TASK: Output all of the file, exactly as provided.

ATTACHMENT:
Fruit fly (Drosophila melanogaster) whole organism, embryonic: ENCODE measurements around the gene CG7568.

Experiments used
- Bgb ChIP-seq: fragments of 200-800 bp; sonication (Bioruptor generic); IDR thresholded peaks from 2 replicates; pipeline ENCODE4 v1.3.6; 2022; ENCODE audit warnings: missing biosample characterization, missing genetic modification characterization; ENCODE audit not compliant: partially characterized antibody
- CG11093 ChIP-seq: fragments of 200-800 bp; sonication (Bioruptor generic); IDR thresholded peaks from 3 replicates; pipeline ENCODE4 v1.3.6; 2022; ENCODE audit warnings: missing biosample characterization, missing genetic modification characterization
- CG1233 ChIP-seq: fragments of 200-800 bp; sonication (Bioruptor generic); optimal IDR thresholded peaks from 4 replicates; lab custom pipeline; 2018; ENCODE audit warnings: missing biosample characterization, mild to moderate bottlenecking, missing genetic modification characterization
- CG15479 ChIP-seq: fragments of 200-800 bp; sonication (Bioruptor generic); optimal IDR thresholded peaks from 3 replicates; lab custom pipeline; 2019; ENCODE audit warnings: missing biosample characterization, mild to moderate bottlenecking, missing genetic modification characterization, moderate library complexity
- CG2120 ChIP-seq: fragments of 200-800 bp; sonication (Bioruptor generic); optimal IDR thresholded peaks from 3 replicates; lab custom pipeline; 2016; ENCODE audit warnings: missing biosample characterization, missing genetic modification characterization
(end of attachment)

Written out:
Fruit fly (Drosophila melanogaster) whole organism, embryonic: ENCODE measurements around the gene CG7568.

Experiments used
- Bgb ChIP-seq: fragments of 200-800 bp; sonication (Bioruptor generic); IDR thresholded peaks from 2 replicates; pipeline ENCODE4 v1.3.6; 2022; ENCODE audit warnings: missing biosample characterization, missing genetic modification characterization; ENCODE audit not compliant: partially characterized antibody
- CG11093 ChIP-seq: fragments of 200-800 bp; sonication (Bioruptor generic); IDR thresholded peaks from 3 replicates; pipeline ENCODE4 v1.3.6; 2022; ENCODE audit warnings: missing biosample characterization, missing genetic modification characterization
- CG1233 ChIP-seq: fragments of 200-800 bp; sonication (Bioruptor generic); optimal IDR thresholded peaks from 4 replicates; lab custom pipeline; 2018; ENCODE audit warnings: missing biosample characterization, mild to moderate bottlenecking, missing genetic modification characterization
- CG15479 ChIP-seq: fragments of 200-800 bp; sonication (Bioruptor generic); optimal IDR thresholded peaks from 3 replicates; lab custom pipeline; 2019; ENCODE audit warnings: missing biosample characterization, mild to moderate bottlenecking, missing genetic modification characterization, moderate library complexity
- CG2120 ChIP-seq: fragments of 200-800 bp; sonication (Bioruptor generic); optimal IDR thresholded peaks from 3 replicates; lab custom pipeline; 2016; ENCODE audit warnings: missing biosample characterization, missing genetic modification characterization